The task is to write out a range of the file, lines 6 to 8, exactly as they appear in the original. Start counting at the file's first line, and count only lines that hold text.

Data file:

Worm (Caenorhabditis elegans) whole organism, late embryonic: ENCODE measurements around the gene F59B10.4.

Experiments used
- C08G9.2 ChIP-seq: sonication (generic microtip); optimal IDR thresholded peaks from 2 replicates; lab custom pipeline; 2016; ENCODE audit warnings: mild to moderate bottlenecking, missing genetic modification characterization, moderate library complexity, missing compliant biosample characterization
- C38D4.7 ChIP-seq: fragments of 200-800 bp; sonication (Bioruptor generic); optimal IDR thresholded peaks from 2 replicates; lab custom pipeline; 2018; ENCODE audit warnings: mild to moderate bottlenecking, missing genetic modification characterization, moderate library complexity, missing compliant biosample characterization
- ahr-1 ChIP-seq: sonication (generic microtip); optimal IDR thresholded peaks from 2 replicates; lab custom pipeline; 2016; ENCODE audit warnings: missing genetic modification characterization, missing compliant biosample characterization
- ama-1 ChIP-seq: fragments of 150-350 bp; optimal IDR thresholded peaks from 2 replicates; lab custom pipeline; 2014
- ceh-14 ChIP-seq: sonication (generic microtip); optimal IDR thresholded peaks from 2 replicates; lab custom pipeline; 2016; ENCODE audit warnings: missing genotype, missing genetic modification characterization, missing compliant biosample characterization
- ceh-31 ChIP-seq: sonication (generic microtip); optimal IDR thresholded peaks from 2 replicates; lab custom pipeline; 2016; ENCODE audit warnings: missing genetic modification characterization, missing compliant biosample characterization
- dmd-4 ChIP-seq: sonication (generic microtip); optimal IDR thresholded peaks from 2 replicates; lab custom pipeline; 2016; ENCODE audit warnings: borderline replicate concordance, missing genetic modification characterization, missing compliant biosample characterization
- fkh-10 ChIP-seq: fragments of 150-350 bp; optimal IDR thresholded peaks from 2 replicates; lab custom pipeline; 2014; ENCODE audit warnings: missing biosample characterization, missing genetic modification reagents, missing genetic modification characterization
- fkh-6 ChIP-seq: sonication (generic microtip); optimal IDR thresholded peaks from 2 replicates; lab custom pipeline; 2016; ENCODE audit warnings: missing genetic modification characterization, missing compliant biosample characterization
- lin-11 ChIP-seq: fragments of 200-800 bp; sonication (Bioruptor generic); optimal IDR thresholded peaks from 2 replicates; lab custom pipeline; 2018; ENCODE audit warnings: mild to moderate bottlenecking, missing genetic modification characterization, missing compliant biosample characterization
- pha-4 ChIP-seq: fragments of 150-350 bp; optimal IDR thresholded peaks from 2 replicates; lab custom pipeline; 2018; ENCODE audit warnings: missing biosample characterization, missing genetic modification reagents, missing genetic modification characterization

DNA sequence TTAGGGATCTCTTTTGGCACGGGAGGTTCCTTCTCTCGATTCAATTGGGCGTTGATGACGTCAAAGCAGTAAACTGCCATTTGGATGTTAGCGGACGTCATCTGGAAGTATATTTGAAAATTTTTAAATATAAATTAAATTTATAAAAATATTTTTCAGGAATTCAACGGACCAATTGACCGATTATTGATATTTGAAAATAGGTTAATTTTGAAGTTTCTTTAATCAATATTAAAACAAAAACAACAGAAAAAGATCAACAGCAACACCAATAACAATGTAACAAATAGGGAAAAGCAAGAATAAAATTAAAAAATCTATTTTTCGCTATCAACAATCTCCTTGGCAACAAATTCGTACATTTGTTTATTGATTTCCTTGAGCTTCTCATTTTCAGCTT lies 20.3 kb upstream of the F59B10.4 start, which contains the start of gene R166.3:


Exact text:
- ama-1 ChIP-seq: fragments of 150-350 bp; optimal IDR thresholded peaks from 2 replicates; lab custom pipeline; 2014
- ceh-14 ChIP-seq: sonication (generic microtip); optimal IDR thresholded peaks from 2 replicates; lab custom pipeline; 2016; ENCODE audit warnings: missing genotype, missing genetic modification characterization, missing compliant biosample characterization
- ceh-31 ChIP-seq: sonication (generic microtip); optimal IDR thresholded peaks from 2 replicates; lab custom pipeline; 2016; ENCODE audit warnings: missing genetic modification characterization, missing compliant biosample characterization